By MICHAEL R. GORDON and ERIC SCHMITT

An exchange between Iraq and Saudi Arabia reflected the challenges facing the Obama administration as it tries to hold together a diverse coalition in the fight against the Islamic State.
Bill Gates of Microsoft, left, testifying in 1998 before the Senate Judiciary Committee hearing on anticompetitive issues.
Microsoft, Once an Antitrust Target, Is Now Google's Regulatory Scold

By DANNY HAKIM

The European Union is accusing Google of abusing its dominance, and Microsoft has links with the three initial complainants that sparked the antitrust investigation.
. Europe Challenges Google, Seeing Violations of Its Antitrust Law

Apr 11, 2015

NYT | Today's Headlines - April 11, 2015: Yemen's Despair on Full Display in 'Ruined' City

The New York Times

Today's Headlines

Saturday, April 11, 2015


Top News
Yemeni supporters of a southern separatist movement fought with Houthi rebels in an Aden neighborhood on Wednesday.
Yemen's Despair on Full Display in 'Ruined' City

By FATHI BIN-LAZRQ and KAREEM FAHIM

No place in the beleaguered country has suffered as severely as Aden, a blockaded port city captive to deadly street fighting for the better part of a month.

Apr 10, 2015

NYT | Today's Headlines - April 10,, 2015: Top News | Editors Picks' | Today's Video | World | U.S. | Politics | Business | Technology | Sports | Arts.

The New York Times

Today's Headlines

Friday, April 10, 2015


Top News
Ayatollah Ali Khamenei, Iran's supreme leader, addressed an audience on Thursday in Tehran, where he spoke for the first time about the nuclear framework agreement.
Iran's Supreme Leader Says Sanctions Must Lift When Nuclear Deal Is Signed

By THOMAS ERDBRINK and DAVID E. SANGER

Iran's supreme leader, Ayatollah Ali Khamenei, declared on Thursday that all sanctions would have to be lifted on the day any deal is signed and that military sites would be strictly off limits to foreign inspectors.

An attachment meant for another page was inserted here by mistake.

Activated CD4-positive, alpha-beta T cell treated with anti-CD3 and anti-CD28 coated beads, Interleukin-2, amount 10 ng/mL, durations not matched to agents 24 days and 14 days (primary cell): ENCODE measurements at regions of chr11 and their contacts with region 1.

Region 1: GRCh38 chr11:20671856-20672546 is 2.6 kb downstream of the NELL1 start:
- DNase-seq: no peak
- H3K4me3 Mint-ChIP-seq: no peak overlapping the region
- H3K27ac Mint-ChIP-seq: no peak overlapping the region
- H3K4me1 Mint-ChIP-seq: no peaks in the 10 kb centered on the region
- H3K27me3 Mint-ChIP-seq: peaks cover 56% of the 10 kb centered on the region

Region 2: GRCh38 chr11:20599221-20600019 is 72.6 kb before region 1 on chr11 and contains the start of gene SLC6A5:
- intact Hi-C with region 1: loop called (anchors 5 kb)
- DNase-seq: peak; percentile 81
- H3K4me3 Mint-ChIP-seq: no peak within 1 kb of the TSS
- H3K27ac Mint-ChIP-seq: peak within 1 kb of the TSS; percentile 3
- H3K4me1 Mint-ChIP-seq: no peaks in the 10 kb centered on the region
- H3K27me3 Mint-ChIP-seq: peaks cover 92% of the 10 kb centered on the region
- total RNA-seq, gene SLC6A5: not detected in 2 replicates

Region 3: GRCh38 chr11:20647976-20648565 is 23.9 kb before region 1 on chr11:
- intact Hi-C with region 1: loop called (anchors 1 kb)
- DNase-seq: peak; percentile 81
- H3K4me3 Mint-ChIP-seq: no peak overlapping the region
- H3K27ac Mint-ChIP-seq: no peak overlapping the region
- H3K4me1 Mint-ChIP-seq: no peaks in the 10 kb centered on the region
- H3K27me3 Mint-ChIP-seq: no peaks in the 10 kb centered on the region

Mar 8, 2015

NYT | Today's Headlines - March 8, 2015: Top News | Editors' Picks | Today's Videos | World | U.S.| Politics | Business | Technology Sports | Arts.

The New York Times

Today's Headlines

Sunday, March 8, 2015


Top News
President Obama and Representative John Lewis led thousands in a commemorative march across the Edmund Pettus Bridge.
Obama, at Selma Memorial, Says, 'We Know the March Is Not Yet Over'

By PETER BAKER and RICHARD FAUSSET

In an address on the spot of what became known as "BloodySunday" in Alabama 50 years ago, President Obama rejected the notion that race relations had not improved since then.
Protesters on Thursday outside the police building and municipal court in Pine Lawn, Mo., a few miles southeast of Ferguson.
Ferguson Became Symbol, but Bias Knows No Border

By CAMPBELL ROBERTSON, SHAILA DEWAN and MATT APUZZO

Ferguson is unusual in some respects, but the unfairness in its court system that a Justice Department report highlighted is not limited to the city, to St. Louis County or even to Missouri.
Portraits of President Xi Jinping are common, as are songs celebrating him as a friend of workers and an enemy of corruption.
Move Over Mao: Beloved 'Papa Xi' Awes China

By ANDREW JACOBS and CHRIS BUCKLEY

Not since Mao Zedong dominated the nation with his masterly blend of populism, fervor and fear has a Chinese leader commanded as much public awe as President Xi Jinping.
For more top news, go to NYTimes.com »
Editors' Picks

FASHION & STYLE

For Some in Transgender Community, It's Never Too Late to Make a Change

By JACOB BERNSTEIN

Some late transitioners grew up in an era of rigid gender stereotypes, which they have internalized and been oppressed by.

OPINION | EXPOSURES

Revisiting Selma